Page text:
Your data can be encrypted in S3 using Amazon-provided encryption tools. AWS also provides access management tools via which you can restrict access to your data. You can monitor for irregular access requests via other AWS services that tie into S3 like Amazon Macie. It also supports audit logs that you can enable on all the access requests to your data stored in S3
S3 maintains compliance programs, such as PCI-DSS, HIPAA/HITECH, FedRAMP, EU Data Protection Directive, and FISMA, to help you meet regulatory requirements.
Try getting any of the above from a hard drive. It just doesn’t exist. This is why S3 is a paradigm shift.
There was a time when people paid $5000 for a CD-RW drive to be able to read and store data on CD-Roms. Then thumb drives/pen drives started coming into the market. They were a bit expensive at first but quickly dropped in price. People who paid 5 grand for their CD writers held onto their CD writers for a long time…longer than they should have! Today we can pick up a thumb drive that is 100x the storage capacity of those compact discs for next to nothing — This was a paradigm shift we saw in our lifetime. The shift to the cloud is the next one we get to see in the same lifetime!
How many times have you bought a 2TB hard drive and still have 100GB left on it?
With hard drives, we always paid for the storage space upfront irrespective of how much space we’d use. With S3, you only get billed for the space you’re using on a minute-by-minute basis!
Having said that, S3 is not cheap if you just need space for personal storage. For that use a service like Google Drive or Dropbox. S3 is meant for storing data that otherwise would be a part of your backend infrastructure, and would have cost you an arm and a leg to maintain a data center yourself. I talk about some of the fundamentals of cloud computing in this article.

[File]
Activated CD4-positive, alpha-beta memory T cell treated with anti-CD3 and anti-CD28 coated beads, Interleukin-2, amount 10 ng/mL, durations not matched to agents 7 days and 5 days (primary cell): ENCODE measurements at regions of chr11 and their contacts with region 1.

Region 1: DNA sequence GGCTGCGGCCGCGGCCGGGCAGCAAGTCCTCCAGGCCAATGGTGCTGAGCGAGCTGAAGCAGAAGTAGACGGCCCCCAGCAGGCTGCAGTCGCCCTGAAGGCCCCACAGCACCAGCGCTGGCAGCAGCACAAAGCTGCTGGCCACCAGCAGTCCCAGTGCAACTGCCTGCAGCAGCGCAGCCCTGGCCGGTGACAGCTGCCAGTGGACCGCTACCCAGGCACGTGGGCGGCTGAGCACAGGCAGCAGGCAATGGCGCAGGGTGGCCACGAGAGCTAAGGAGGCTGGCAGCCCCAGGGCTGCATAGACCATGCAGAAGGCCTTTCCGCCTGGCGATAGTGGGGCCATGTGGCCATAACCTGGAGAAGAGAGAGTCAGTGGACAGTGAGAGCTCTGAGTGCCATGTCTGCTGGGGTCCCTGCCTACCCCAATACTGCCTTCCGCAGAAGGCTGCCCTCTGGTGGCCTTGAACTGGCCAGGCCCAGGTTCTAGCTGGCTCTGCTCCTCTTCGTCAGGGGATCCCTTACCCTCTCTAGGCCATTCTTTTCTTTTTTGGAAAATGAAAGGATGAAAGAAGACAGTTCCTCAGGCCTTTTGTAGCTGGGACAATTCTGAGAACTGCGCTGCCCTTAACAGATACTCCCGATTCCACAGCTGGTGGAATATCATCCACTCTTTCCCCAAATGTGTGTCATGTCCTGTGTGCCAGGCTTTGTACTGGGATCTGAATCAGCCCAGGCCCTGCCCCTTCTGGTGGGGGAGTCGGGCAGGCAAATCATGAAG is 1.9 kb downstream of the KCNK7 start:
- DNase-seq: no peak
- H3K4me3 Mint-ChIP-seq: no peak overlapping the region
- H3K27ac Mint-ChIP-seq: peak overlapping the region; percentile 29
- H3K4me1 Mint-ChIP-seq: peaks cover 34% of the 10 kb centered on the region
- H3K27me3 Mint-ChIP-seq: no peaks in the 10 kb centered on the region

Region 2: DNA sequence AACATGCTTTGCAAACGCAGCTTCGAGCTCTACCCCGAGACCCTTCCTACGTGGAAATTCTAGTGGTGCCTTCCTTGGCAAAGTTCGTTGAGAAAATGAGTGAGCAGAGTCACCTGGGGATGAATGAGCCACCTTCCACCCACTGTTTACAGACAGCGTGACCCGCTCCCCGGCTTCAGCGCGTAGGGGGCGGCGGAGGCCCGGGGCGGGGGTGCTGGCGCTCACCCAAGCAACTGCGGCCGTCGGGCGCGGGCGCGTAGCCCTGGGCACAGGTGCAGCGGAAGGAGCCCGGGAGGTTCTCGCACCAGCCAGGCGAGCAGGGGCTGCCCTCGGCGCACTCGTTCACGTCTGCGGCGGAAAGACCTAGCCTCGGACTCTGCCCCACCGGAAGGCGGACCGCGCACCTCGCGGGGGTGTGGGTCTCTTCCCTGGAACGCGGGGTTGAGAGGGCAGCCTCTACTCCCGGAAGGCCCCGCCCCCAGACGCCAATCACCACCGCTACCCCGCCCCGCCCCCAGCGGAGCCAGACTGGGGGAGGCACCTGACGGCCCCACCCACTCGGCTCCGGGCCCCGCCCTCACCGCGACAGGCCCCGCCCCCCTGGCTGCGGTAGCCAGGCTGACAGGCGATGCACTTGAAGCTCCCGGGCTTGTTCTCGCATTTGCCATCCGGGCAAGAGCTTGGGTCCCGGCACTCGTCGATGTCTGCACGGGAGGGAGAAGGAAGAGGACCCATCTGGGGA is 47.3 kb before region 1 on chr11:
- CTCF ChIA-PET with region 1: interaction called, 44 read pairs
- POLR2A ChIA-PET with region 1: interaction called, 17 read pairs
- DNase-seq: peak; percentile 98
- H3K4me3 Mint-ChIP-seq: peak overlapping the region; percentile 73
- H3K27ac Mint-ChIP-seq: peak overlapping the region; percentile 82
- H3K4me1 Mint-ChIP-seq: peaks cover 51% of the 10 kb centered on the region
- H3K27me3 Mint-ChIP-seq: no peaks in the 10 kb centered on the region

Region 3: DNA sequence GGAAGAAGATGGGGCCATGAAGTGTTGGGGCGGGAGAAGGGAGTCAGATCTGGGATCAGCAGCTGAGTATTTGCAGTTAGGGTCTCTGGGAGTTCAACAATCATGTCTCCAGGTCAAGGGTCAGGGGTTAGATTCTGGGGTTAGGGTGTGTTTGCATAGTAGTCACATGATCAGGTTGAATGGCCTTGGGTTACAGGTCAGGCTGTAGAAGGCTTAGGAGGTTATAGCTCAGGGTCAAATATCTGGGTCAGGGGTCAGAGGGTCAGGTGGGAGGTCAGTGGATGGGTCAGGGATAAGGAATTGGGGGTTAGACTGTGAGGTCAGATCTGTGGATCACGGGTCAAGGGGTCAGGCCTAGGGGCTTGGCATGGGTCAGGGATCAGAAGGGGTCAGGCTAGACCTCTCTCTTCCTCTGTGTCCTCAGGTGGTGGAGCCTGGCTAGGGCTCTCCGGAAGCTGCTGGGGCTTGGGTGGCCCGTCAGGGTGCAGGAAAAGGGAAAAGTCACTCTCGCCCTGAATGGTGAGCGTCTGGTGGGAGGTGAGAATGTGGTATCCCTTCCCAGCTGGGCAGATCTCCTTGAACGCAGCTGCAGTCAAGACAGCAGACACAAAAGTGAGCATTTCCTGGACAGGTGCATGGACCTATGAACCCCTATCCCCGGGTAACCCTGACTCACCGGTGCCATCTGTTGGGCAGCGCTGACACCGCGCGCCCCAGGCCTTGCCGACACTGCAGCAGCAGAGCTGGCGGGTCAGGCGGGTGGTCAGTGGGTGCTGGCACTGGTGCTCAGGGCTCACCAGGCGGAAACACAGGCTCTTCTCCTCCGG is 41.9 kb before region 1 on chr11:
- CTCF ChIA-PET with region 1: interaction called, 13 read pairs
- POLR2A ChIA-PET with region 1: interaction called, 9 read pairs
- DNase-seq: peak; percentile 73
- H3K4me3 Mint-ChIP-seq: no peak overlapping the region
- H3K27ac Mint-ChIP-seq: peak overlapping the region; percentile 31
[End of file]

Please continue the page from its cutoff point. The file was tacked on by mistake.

The cost varies depending on many factors. It’ll be different if you frequently access your data versus if you just want to archive it. It’ll be different if you access it from the same zone as it is created in or from out of the zone.
If you need to copy data over to another region, it’s called a network egress and has a little different pricing structure. If you’re running a compute service on the data, and the data needs to be moved across regions, that’d be a network egress even though you may not have directly initiated the transfer. Pricing also depends on the amount of data you need to store. The price goes down slightly for over 50TB of data.
Just so we can look at some numbers let’s say you want to use AWS like a 512 GB hard drive and use it frequently.
A frequently accessed data is best stored in standard S3 instead of the S3-IA which stands for infrequent access, and costs less.
It’d cost 2.3 cents per GB per month. So this would cost you 512 * 0.023 = 11 dollars and 78 cents per month to maintain a frequently used 512 GB drive on the AWS cloud. Google cloud storage is similar. Google currently charges 2.6 cents / GB /month. So Google will run you about 13 dollars and 31 cents/month to maintain that same 512GB drive on GCP (Google Cloud Platform)